The purpose of this paper is to investigate how the accounting notion of “human depreciation” helped the defined benefit pension plan emerge as the dominant means of dealing with an aging workforce in the first half of twentieth century USA.
The study examines historical material to identify the intersection of several different practices and knowledges that came together in the early decades of the 1900s to permit human depreciation in 1949 to be used to formally link aging employees to their employers.
In the early part of the twentieth century, humans and machines were constructed as parts of a single productive system, human traits were studied in order to increase their machine-like capacities, in the hope of creating a more efficient industrial economy. At the same time, fatigue associated with this industrial nation was constructing the older worker as subject to decline, hence opening the door to a linkage to physical and economic depreciation.
Reveals that the language of accounting can be utilized by non-accountants and outside organizational boundaries to effect public policy and play a constitutive role. Thus, who is able to use accounting conventions is important in understanding how accounting shapes social settings.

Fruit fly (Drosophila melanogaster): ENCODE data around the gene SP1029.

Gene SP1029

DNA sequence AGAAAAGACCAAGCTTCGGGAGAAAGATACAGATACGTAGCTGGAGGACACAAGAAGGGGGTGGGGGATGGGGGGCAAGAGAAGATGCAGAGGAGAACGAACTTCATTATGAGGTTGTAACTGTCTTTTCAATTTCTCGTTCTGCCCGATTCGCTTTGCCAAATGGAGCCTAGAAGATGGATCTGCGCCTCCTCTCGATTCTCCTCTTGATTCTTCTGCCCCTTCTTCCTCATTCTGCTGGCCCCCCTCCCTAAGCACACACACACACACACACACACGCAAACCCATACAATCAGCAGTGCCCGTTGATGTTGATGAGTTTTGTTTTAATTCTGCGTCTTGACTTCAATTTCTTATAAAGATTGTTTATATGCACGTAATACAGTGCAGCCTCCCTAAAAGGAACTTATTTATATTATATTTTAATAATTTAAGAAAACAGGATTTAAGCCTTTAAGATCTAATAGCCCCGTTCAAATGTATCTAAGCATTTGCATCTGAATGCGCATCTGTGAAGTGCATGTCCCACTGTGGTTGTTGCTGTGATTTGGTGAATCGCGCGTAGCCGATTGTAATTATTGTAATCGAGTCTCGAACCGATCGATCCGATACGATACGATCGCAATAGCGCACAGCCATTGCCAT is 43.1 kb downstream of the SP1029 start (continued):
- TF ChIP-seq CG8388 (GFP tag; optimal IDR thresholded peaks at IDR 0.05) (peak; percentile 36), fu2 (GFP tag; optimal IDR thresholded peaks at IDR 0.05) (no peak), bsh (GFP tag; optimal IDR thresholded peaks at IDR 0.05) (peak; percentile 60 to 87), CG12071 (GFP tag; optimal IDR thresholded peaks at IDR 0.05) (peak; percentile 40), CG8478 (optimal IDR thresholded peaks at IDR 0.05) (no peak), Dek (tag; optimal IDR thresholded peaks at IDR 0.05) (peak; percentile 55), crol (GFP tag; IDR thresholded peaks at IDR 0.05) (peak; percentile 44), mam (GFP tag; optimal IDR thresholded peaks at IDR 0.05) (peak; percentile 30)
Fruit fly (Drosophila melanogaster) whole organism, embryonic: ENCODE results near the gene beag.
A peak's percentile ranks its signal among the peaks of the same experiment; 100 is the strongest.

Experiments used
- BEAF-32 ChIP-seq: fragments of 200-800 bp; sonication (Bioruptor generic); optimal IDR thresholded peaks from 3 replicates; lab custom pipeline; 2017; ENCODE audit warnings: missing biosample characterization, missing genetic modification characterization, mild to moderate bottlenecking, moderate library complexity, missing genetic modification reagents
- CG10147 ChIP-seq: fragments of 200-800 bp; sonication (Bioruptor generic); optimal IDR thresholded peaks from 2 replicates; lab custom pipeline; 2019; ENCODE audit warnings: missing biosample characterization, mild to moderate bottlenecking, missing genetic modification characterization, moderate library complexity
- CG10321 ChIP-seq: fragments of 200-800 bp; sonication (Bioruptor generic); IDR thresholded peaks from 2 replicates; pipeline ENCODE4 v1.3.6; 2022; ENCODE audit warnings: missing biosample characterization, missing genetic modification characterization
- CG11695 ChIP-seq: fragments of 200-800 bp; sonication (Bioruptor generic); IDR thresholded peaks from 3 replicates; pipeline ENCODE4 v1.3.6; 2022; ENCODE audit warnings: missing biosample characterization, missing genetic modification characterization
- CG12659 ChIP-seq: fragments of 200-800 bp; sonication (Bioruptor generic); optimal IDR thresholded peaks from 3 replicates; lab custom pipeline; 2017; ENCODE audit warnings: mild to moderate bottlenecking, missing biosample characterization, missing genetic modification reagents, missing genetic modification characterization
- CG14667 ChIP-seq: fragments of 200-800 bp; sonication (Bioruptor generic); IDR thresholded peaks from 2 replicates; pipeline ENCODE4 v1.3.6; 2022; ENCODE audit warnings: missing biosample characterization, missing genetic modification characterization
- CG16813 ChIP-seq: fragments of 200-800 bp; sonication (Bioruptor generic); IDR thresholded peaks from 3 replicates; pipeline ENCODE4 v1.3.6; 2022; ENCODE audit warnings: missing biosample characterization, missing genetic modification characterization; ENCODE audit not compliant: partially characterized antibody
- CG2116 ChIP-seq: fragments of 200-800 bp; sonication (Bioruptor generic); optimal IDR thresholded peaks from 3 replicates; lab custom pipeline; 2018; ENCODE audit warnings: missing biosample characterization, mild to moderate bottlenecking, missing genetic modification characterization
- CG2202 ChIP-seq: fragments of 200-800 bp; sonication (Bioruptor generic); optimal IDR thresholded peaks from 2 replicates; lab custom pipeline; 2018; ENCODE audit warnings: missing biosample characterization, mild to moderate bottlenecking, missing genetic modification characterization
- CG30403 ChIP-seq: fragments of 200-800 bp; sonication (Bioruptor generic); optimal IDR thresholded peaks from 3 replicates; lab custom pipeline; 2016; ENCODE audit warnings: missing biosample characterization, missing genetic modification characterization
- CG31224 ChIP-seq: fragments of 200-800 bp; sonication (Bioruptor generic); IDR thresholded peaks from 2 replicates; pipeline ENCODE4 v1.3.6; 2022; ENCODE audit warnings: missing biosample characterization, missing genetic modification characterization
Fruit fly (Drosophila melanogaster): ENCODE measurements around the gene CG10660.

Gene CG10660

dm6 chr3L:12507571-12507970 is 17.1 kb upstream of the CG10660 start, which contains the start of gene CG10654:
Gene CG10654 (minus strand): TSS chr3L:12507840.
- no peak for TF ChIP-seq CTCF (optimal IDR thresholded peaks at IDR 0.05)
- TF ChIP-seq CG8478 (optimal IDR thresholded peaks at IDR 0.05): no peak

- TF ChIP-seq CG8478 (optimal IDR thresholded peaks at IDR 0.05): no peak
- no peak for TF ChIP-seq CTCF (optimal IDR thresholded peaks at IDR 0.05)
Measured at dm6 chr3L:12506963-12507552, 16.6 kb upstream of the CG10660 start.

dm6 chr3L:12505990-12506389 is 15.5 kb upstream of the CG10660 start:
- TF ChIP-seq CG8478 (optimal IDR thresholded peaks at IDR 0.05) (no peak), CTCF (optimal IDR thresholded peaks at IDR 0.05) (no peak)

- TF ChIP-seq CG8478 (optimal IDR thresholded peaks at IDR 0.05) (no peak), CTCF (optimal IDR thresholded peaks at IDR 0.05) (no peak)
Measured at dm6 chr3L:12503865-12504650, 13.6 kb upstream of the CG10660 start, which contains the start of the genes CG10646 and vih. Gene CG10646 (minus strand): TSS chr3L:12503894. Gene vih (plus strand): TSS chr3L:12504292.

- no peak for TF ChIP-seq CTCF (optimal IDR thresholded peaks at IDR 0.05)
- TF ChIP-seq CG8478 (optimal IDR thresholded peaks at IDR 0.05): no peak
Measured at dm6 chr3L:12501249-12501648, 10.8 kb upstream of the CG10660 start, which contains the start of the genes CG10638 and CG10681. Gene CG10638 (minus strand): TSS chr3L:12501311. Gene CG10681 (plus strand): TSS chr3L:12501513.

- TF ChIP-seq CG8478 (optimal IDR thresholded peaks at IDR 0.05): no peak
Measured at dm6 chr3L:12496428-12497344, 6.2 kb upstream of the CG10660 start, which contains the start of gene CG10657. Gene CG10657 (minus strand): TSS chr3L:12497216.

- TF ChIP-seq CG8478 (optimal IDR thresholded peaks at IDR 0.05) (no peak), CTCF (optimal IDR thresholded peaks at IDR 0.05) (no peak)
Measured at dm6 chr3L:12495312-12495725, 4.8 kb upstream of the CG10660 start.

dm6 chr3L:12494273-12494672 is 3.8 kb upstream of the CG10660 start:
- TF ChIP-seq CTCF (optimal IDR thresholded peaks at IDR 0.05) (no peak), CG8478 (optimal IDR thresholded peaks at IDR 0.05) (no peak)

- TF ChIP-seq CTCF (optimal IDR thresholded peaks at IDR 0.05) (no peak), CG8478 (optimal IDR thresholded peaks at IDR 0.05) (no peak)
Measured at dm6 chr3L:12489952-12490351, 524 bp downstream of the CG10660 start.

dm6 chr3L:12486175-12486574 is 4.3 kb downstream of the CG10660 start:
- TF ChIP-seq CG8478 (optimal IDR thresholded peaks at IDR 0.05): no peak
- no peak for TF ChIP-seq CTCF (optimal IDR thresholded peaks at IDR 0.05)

“Human depreciation”, used by the Steel Industry Board in 1949 to assign responsibility to employers for the depreciation of their human assets, has been left unexamined despite being cited as one of the greatest contributors to the growth of industrial pensions in the USA. The study examines accounting as an interface among and between the organizational and “non-accounting” spheres.
Himick, D. (2015), "Human depreciation accounting and the emergence of industrial pensions: Linking human assets to the firm", Accounting, Auditing & Accountability Journal, Vol. 28 No. 2, pp. 242-262. https://doi.org/10.1108/AAAJ-07-2013-1403
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